There were apparently some who expressed their anger through abusive phone calls and letters to Stella Creasy and other MPs. But these seemed to be the exception rather than the rule.

Mostly, peaceful expressions advocating peace inundated the streets, the internet and conversation.

What surprised me was my own internal response. As I concurred with popular anti-war statements and ‘liked’ memes opposing airstrikes, I became acutely aware that none of this will do much to change the warmongering minds of western Governments or eastern terrorists, and yet I can effect peace where I am.

I found myself more motivated than usual to proffer grace to people I sometimes find difficult; to overcome potential, minor, everyday conflicts with expressions of compassion; to promote peace through words of kindness in my own networks of friends, family and community, in my own limited way. I can start where I am. And I can hope and pray that others may do the same.

An old saying goes something like: I can’t change others; I can change myself; others might change in response to the change they see in me.

And who knows what difference our own interpersonal efforts at peace might make across the globe, in a butterfly-effect kind of way? Genuinely.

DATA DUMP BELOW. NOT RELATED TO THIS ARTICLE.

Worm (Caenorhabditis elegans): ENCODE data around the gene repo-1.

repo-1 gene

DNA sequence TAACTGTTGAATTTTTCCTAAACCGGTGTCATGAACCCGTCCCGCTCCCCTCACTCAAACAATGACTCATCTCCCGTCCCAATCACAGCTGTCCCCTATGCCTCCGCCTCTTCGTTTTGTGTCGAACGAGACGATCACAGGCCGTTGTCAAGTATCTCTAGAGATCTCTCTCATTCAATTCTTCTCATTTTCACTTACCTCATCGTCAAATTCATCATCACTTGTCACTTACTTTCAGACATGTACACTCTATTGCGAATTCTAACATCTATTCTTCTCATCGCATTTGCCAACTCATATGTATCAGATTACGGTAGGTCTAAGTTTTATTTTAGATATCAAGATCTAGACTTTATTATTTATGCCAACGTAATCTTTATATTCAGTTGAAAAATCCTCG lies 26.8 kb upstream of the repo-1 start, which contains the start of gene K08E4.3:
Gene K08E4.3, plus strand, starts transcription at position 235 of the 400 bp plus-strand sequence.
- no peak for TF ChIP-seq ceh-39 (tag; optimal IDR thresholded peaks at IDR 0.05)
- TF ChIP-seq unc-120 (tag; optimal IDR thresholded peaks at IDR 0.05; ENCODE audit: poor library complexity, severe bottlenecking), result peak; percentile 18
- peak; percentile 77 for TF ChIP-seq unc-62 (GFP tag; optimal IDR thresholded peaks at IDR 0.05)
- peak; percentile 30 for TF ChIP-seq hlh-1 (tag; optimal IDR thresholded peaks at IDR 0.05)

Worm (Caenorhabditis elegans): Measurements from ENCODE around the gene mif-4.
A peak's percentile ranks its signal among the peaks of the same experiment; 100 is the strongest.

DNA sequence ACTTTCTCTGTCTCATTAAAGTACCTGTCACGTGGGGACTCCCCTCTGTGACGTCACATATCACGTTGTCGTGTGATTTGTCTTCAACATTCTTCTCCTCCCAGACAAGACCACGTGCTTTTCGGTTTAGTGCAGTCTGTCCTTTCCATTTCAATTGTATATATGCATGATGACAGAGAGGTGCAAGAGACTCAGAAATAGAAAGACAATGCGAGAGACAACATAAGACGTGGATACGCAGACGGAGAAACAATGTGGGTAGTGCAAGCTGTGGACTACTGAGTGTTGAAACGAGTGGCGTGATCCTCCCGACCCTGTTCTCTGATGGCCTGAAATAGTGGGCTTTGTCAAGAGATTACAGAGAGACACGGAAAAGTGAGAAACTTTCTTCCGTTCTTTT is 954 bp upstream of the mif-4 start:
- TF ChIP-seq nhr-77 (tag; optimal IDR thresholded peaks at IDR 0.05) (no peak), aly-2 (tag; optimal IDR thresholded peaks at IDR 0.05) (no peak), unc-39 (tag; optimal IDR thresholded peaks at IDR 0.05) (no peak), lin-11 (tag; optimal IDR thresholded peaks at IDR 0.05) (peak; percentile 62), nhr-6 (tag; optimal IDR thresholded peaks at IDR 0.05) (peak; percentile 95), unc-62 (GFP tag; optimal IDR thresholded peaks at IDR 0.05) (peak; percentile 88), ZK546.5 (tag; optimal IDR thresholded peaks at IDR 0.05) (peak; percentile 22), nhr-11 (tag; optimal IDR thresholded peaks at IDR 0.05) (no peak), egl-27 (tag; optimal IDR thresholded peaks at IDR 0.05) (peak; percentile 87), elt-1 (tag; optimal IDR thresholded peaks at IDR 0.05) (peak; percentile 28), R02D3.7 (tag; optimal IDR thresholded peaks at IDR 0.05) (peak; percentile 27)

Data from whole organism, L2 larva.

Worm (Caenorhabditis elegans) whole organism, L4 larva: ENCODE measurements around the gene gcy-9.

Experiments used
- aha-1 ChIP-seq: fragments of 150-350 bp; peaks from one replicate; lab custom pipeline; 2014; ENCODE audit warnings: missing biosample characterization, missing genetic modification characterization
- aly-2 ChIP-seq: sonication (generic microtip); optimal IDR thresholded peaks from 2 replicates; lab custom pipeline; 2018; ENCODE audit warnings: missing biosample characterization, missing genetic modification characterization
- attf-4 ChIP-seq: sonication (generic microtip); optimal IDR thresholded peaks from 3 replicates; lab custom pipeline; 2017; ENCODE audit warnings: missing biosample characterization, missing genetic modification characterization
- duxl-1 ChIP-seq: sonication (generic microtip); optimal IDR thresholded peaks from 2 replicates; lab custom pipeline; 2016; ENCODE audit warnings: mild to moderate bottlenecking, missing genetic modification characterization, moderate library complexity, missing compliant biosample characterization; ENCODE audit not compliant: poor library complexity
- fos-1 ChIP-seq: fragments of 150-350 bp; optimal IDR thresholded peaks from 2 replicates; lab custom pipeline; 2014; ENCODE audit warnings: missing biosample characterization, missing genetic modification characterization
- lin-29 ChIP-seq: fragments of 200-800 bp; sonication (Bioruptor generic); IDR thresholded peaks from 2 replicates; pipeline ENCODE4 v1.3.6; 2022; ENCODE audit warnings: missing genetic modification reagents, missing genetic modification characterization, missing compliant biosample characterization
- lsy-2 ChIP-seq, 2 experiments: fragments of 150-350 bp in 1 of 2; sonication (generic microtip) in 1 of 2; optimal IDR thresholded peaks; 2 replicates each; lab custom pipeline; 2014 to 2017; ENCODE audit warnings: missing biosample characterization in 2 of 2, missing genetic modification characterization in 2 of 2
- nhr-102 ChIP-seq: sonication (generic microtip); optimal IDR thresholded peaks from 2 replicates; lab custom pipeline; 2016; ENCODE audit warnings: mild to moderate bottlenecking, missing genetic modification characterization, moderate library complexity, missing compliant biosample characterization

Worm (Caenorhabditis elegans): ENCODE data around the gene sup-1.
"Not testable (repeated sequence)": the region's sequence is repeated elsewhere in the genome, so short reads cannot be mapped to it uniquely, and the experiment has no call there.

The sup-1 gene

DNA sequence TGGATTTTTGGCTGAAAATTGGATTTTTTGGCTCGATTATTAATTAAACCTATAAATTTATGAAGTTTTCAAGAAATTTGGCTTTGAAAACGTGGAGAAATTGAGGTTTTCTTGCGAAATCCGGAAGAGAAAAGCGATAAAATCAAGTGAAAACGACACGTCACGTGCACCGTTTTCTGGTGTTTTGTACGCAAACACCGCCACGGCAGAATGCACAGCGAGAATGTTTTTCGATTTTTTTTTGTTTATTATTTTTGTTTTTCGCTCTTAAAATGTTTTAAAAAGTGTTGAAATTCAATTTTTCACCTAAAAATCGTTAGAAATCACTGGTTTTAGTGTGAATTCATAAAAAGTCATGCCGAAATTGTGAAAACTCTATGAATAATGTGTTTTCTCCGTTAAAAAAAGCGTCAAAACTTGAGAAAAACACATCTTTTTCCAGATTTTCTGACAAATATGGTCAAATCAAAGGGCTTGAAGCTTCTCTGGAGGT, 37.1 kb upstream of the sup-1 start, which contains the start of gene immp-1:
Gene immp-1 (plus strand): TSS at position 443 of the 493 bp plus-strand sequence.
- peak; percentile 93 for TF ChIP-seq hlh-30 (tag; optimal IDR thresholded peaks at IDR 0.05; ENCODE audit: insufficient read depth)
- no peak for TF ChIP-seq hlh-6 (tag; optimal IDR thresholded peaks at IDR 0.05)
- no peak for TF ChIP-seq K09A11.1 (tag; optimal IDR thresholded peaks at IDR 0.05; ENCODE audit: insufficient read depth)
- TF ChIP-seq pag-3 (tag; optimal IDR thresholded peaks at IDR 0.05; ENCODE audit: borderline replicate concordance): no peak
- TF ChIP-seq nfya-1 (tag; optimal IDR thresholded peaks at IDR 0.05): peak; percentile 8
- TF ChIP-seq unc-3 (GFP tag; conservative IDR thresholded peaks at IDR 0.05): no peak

Over recent years I’ve been enthralled by Martin Luther King, Nelson Mandela and Mahatma Gandhi. I’ve read their biographies, watched films about their lives, and been deeply inspired by their passionate embrace of nonviolent resistance. All of them were themselves inspired by Jesus’ Sermon on the Mount, whether or not they all embraced Christianity.

Gandhi famously (or infamously) declared: “I like your Christ, I do not like your Christians. Your Christians are so unlike your Christ.”

Jesus (not Christianity) was their teacher and example.

In a similar vein, the first step in my walk towards Christ was a reading of the Sermon on the Mount[1]. There I was quietly minding my own business, taking a look at the Bible for the first time, just out of curiosity, when I was blown away by Jesus’ audacious ideas about forgiving people who hurt us, about loving enemies and praying blessings on them. Looking back, I know something began to shift spiritually deep inside this (then) atheist. I would never be the same.